Shy Hoorbai answered all our questions in a quiet and polite fashion. She described the different types of Muttwa embroidery - katri, chopad, pakko andkharek gotau. At the age of ten or twelve, she started to learn needlework from her mother. According to Hoorbai, not only her mother and grandmother but several generations of her community, for around 250 years, have followed needlework. The main purpose of the intricate craft was originally for personal use or for making the wedding trousseau, but Hoorbai has done needlework on kanjaris (tops), dhadki (quilts) and kothari (bags) among several other articles. She was honoured with the Merit award in 1998 by the Ministry of Textiles.
Talking of mud work, Hoorbai states that in the past, women only dabbled in the work. They equal parts of clay and cow dung are mixed to make a dough, and a design is stretched out of it on either a wall or a frame. Her husband, Mehmud, who is 50 years old and educated to class 7, is a master mud worker.
Hoorbai has four children, three daughters and one son. Her eldest daughter is sixteen and knows embroidery work. She believes that if the children are interested, they will pursue embroidery, but the computer and mobile age has distracted them; especially the boys who show more interest in gadgets than the work! Many girls will keep doing embroidery, under compulsion, but boys are not compelled to learn the craft.
Hoorbai possesses about sixty quilts which she brought as a part of her wedding trousseau. In their community, as per one prominent social custom, it is compulsory for a girl to bring at least twenty-one quilts.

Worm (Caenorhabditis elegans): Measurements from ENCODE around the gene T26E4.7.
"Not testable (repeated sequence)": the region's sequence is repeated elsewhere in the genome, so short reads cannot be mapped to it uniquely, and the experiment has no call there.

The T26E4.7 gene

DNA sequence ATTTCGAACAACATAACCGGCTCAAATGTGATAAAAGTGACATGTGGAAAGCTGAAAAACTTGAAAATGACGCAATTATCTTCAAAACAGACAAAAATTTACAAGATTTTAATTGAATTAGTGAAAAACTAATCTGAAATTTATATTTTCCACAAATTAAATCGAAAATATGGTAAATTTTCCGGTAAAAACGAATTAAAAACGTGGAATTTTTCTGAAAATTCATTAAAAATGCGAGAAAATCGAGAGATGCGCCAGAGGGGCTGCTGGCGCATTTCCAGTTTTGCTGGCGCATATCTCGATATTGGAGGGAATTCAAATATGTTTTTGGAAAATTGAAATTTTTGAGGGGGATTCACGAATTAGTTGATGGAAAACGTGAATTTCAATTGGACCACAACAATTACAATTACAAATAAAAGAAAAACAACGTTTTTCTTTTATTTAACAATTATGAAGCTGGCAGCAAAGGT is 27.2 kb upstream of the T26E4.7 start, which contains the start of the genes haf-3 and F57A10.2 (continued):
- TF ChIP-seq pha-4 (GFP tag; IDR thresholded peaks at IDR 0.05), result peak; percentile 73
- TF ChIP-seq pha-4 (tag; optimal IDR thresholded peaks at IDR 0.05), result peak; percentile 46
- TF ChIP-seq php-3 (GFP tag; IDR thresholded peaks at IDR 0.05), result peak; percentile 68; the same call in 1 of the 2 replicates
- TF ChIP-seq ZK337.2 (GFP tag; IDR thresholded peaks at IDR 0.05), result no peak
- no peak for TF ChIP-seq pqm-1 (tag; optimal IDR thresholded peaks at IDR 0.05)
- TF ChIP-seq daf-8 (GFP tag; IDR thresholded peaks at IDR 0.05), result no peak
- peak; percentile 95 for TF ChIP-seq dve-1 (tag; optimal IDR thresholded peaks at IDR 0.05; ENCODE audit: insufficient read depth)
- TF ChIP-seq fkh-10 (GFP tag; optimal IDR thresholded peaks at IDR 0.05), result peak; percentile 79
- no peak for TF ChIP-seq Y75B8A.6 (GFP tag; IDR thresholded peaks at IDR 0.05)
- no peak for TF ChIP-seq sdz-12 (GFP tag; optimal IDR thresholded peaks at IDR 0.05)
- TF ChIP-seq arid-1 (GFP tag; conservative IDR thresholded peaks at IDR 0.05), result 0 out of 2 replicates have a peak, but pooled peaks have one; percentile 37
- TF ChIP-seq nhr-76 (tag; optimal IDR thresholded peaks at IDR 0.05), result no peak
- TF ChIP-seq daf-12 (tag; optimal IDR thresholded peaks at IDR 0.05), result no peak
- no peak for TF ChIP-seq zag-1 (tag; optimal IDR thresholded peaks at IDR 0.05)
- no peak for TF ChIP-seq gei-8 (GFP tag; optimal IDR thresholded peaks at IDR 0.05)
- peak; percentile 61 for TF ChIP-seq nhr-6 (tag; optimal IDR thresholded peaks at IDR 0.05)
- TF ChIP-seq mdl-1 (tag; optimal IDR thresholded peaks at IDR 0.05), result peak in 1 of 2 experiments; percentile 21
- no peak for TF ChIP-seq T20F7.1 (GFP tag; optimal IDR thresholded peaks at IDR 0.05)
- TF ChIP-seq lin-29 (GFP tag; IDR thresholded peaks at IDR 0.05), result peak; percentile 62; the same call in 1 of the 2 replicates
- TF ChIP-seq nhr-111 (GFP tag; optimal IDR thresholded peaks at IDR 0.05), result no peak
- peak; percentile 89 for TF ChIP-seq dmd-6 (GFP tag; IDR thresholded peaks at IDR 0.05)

One of her daughters Gulnaz has been extremely successful in her studies and stood first in the sixth standard. Yet, she is still expected to follow needlework during her vacations, and she is already familiar with chopad and sankdi embroidery.
Hoorbai works for the NGOs call Shrujan and gets many orders to complete at home. For her achievements in the craft, Hoorbai has been honoured by both the Shrujan foundation and the Rashtriya Sindhi Women’s programme. Her husband went and collected the award as the women of the Muttwa community are forbidden to attend such functions or even leave their villages. Her community people congratulated her (mubaraki) but did not formally honour her. Instead, an informal dawat, or party, was organised.
Hoorbai’s day starts at four in the morning when she wakes up to collect buffalo milk and supply it to the Mother dairy. Thereafter, she looks after the household work. After that is done, she sits with her needlework from 9 to 11 and in the evening from 5 to 7. She also works later if she is not too tired. In between, she looks after the children and the cattle. During Ramzan the needlework stops; Hoorbai feels that since this pious month comes only once a year, it is important to devote time to reading the Quran and fasting.
Both husband and wife work as a team; accordingly Hoorbai helps her husband in his mud work craft, and Mehmud draws some of the embroidery designs for her. When Hoorbai is working for Shrujan, her husband draws all the designs. They generally sell mud work frames costing 300 rupees or more, and Mehmud also goes to Mumbai, Banglore or other cities to complete the mud work interiors of wealthy households. Her husband has also attended exhibitions held in Ahmadabad, Baroda and Delhi. The dung for the mud work is collected from the cow pen, and the clay is locally bought. Financially, they are generally self-sufficient and have not taken out any loans. They are satisfied with their work as they have various means of earning for their family. Their way of life illustrates the difficulties of surviving on handicrafts alone.
Education: Class 5
Place of residence: Dhordo (Banni)
Date of interview: 29/5/2012